Al Ghuwaifat: Truck drivers' tempers were just getting shorter early Tuesday afternoon as the queue of trucks waiting at the UAE border to cross into Saudi was just getting longer.
By 2pm it was estimated to measure 22km as it stretched back 4km beyond the Al Sila highway.
“We can do nothing but sit and wait. The problem isn’t on the UAE side. It’s Saudi customs where the delay is. It takes so long to get there — maybe five days.”
”Share on facebookTweet this
Truck drivers Gulf News had spoken to Monday morning had not moved one inch by 1pm.
"However international courier trucks that have documents with pre-customs clearance are moving through unimpeded, Gulf News has learned.
Border crossing officials are also giving preferential treatment to trucks that are carrying perishable goods in a freezer unit, which was causing some friction among the truck drivers with non-perishable loads.
Line keeps getting longer
Al Ghuwaifat: A line of trucks waiting to cross the UAE-Saudi border on Tuesday has stretched to 20km past Al Sila highway toward Abu Dhabi. The line keeps getting longer, with at least three trucks joining the queue per minute.
An estimated 5,000 trucks are stuck at the border while waiting to complete Saudi customs procedures. There has been no movement for truck drivers who have waited at Al Ghuwaifat since Monday. It now takes at least six days to cross the border after passing through customs.
Anticipating processing delays, drivers have stocked up on provisions while waiting to cross border. Truck drivers told Gulf News that they also have to endure a one-hour wait to use the washroom. There are only six in the area.
Just after 2pm on Monday afternoon, Govindra Gil Singh brought his red and white Mercedes truck and a load of rebar steel to a halt on a dusty stretch of highway here.
He was 300 metres or so from kilometre post 15, just on the outskirts of Al Sila. Before him was a trailer loaded with bags of cement bound for Dammam, another 4,000 trucks or so, and a six-day wait to clear Saudi Arabia customs.
"Ayeeeee," he said as he dismounted from the cab. "The long wait begins," he said. For the past six weeks, this queue of trucks waiting to clear the Saudi Arabia customs post five kilometres beyond the UAE's Al Ghuwaifat has stretched for up to 30 kilometres across the barren and blowing sands.
Sound of cooking pots
At least a light drizzle was falling on the trucks, silent for the most part save for the occasional cooking pots being stirred, sheesha pipes brewing or routine maintenance being carried out on the parked rigs.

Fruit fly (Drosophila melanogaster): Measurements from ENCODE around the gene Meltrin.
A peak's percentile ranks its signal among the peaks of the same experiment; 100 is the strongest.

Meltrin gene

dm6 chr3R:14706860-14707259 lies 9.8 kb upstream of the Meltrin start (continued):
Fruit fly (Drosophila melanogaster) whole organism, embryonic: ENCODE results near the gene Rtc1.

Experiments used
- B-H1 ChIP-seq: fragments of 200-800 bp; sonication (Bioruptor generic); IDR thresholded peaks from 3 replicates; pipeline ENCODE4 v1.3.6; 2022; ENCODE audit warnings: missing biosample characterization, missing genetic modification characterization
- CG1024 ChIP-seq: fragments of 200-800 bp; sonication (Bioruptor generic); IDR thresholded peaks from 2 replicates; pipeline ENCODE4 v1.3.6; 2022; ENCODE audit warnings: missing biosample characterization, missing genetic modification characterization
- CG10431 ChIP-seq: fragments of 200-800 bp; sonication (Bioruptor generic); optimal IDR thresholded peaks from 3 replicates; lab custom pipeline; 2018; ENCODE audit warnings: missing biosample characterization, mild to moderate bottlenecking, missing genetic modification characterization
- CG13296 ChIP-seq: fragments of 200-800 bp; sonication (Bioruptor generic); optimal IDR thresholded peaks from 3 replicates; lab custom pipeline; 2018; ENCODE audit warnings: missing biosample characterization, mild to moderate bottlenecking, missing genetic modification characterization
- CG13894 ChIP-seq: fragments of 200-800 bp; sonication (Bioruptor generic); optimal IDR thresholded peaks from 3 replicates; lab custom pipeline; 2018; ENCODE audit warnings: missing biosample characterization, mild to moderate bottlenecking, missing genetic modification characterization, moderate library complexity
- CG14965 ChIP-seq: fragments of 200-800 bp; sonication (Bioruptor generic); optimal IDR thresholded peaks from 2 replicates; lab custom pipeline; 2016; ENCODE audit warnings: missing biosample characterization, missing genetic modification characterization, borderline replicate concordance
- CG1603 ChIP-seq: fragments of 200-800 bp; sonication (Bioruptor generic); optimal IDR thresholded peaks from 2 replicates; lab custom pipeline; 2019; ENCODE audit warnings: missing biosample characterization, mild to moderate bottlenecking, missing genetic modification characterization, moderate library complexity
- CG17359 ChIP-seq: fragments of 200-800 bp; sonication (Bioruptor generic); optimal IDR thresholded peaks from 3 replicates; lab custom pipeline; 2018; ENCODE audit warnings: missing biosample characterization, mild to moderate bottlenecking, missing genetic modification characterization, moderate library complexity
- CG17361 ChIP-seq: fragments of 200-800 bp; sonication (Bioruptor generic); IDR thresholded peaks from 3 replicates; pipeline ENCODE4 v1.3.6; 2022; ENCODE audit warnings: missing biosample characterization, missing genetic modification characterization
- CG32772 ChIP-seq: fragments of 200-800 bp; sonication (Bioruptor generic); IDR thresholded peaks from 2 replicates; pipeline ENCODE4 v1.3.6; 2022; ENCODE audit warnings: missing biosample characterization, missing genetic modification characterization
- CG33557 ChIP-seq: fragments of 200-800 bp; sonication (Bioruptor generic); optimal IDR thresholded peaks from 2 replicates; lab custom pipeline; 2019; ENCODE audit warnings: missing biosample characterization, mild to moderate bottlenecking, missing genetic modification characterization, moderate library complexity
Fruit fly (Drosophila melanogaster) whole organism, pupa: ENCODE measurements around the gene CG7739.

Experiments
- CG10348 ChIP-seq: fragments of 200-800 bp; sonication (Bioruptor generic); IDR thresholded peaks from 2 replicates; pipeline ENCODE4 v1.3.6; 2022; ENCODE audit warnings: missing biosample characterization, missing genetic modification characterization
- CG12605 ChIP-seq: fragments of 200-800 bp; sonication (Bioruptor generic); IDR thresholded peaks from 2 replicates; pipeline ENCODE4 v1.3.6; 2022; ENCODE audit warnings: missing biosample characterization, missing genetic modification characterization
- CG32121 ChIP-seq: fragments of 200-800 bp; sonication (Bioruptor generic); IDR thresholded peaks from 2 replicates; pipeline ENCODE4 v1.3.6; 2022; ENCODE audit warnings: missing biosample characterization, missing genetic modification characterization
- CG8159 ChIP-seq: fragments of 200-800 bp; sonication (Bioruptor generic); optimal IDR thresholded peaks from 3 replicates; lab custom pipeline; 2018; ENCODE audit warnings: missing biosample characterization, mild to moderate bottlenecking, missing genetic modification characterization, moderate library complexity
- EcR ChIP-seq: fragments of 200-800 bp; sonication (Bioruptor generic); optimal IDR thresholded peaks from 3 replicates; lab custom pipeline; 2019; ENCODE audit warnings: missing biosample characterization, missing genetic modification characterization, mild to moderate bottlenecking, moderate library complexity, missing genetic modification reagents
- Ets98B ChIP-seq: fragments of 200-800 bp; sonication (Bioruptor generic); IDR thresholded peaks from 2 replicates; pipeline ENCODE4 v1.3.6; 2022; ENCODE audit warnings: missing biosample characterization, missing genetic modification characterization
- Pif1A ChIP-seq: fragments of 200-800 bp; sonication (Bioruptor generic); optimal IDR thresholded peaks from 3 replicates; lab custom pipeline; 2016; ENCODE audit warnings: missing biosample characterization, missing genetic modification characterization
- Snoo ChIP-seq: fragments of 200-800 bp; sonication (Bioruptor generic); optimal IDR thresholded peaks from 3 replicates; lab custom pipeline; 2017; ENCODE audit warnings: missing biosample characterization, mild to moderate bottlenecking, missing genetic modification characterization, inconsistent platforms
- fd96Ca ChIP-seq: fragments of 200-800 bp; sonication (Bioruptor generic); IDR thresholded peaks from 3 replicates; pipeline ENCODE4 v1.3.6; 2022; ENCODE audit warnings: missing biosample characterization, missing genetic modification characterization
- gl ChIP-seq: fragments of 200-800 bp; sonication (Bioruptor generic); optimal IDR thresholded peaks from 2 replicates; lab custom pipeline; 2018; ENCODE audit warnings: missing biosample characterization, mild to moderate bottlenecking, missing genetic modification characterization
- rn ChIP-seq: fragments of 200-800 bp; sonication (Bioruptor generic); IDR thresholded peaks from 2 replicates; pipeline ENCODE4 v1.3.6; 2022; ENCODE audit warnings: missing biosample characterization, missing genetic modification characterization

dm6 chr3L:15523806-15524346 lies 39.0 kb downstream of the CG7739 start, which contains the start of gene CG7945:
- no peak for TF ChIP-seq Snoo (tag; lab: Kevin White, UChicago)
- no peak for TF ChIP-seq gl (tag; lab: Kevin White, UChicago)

Abdul Rashid, a truck driver originally from Bangladesh, is Qatar-bound from Dubai with a load of machine lubricants. He left Dubai on Saturday night. By yesterday afternoon, his rig was parked in a compound behind Al Ghuwaifat mosque.
He had travelled 15 kilometres since early Sunday morning. And he'll be another compound closer to the Saudi customs area today, hand his papers in to the Saudi officials tomorrow, get them back on Thursday and Friday, Inshallah, be clear on his way to the Qatari border. With a bit more luck, he might deliver the load on Saturday. He's being paid Dh300 for the round trip which normally takes three days.
'We can do nothing'
"We can do nothing but sit and wait," he said. "The problem isn't on the UAE side. It's Saudi customs where the delay is. It takes so long to get there — maybe five days. They take another day to have the papers handed back — that's if there's no problem. If there's a problem, maybe three or so more days."
Salim, a Syrian driver hauling aluminium blocks to Qatar, said the truckers are often penalised if one of the 1,000 or so rigs that normally cross into Saudi daily is caught carrying contraband material such as alcohol or meats.
"They take so long to do the paperwork and then to clear the trucks," he said. "They only have one speed, and that is reverse."
The current backlog of trucks has been slowing cross-border traffic between the UAE and the rest of its neighbours along the Arabian Gulf for the past six weeks.
"Every year, it is the same problem," Salim said. "I have been driving from Dubai since 2000 and they stop the trucks in 2009 and again in 2010. At least now, it's not hot."
Drivers have anticipated being caught up in the queue and have packed extra provisions and water.
"But there are no washrooms for us to use," another driver complained.
"We have no showers and we are kept waiting too long. We are losing money. Before, we could maybe do seven trips in a month from Dubai, now we are lucky if we do four in a month. What is taking us six or seven days used to take us three. How can we live like this when we are getting half of our salary?"
Gopal, an Indian trucker, said he has been driving in the Gulf for the past 30 years and was getting fed up with the waits and delays.
"I think I will retire and go back to my village," he said. "I can sit in a chair and do nothing. Or I can sit here in my truck and do nothing. At least there, I will have my wife, sons and family around me."